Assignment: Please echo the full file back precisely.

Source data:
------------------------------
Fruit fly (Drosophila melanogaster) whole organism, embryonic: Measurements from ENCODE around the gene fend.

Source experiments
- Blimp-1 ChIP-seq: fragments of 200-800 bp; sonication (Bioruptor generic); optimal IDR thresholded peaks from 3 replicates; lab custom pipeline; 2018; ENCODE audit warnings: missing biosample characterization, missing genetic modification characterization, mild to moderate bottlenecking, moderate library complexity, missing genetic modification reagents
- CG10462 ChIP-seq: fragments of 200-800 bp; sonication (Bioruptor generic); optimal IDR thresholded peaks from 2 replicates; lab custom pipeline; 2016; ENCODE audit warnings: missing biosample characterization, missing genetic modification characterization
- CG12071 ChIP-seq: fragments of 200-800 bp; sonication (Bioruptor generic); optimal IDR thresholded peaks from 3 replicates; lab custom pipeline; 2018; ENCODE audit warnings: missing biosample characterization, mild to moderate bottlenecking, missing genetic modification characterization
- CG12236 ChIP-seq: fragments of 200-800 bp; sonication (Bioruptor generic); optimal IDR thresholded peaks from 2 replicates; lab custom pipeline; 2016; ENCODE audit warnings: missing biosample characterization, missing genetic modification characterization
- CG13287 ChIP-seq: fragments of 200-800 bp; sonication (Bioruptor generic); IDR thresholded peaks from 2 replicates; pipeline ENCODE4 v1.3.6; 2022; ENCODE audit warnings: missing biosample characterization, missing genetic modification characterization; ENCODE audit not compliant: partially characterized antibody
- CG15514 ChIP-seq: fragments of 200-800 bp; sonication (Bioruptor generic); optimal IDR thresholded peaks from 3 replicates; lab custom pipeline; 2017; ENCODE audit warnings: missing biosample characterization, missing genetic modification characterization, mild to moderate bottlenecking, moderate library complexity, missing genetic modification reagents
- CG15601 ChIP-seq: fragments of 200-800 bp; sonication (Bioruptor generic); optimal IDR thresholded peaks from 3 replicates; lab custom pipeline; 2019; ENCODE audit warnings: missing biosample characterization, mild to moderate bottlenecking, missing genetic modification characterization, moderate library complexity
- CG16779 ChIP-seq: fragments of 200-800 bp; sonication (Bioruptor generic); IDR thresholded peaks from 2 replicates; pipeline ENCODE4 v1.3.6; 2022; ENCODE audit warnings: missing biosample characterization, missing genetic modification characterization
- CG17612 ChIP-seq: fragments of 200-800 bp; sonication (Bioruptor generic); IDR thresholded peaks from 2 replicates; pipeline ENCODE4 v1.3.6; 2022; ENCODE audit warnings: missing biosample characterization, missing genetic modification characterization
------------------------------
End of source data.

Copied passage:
Fruit fly (Drosophila melanogaster) whole organism, embryonic: Measurements from ENCODE around the gene fend.

Source experiments
- Blimp-1 ChIP-seq: fragments of 200-800 bp; sonication (Bioruptor generic); optimal IDR thresholded peaks from 3 replicates; lab custom pipeline; 2018; ENCODE audit warnings: missing biosample characterization, missing genetic modification characterization, mild to moderate bottlenecking, moderate library complexity, missing genetic modification reagents
- CG10462 ChIP-seq: fragments of 200-800 bp; sonication (Bioruptor generic); optimal IDR thresholded peaks from 2 replicates; lab custom pipeline; 2016; ENCODE audit warnings: missing biosample characterization, missing genetic modification characterization
- CG12071 ChIP-seq: fragments of 200-800 bp; sonication (Bioruptor generic); optimal IDR thresholded peaks from 3 replicates; lab custom pipeline; 2018; ENCODE audit warnings: missing biosample characterization, mild to moderate bottlenecking, missing genetic modification characterization
- CG12236 ChIP-seq: fragments of 200-800 bp; sonication (Bioruptor generic); optimal IDR thresholded peaks from 2 replicates; lab custom pipeline; 2016; ENCODE audit warnings: missing biosample characterization, missing genetic modification characterization
- CG13287 ChIP-seq: fragments of 200-800 bp; sonication (Bioruptor generic); IDR thresholded peaks from 2 replicates; pipeline ENCODE4 v1.3.6; 2022; ENCODE audit warnings: missing biosample characterization, missing genetic modification characterization; ENCODE audit not compliant: partially characterized antibody
- CG15514 ChIP-seq: fragments of 200-800 bp; sonication (Bioruptor generic); optimal IDR thresholded peaks from 3 replicates; lab custom pipeline; 2017; ENCODE audit warnings: missing biosample characterization, missing genetic modification characterization, mild to moderate bottlenecking, moderate library complexity, missing genetic modification reagents
- CG15601 ChIP-seq: fragments of 200-800 bp; sonication (Bioruptor generic); optimal IDR thresholded peaks from 3 replicates; lab custom pipeline; 2019; ENCODE audit warnings: missing biosample characterization, mild to moderate bottlenecking, missing genetic modification characterization, moderate library complexity
- CG16779 ChIP-seq: fragments of 200-800 bp; sonication (Bioruptor generic); IDR thresholded peaks from 2 replicates; pipeline ENCODE4 v1.3.6; 2022; ENCODE audit warnings: missing biosample characterization, missing genetic modification characterization
- CG17612 ChIP-seq: fragments of 200-800 bp; sonication (Bioruptor generic); IDR thresholded peaks from 2 replicates; pipeline ENCODE4 v1.3.6; 2022; ENCODE audit warnings: missing biosample characterization, missing genetic modification characterization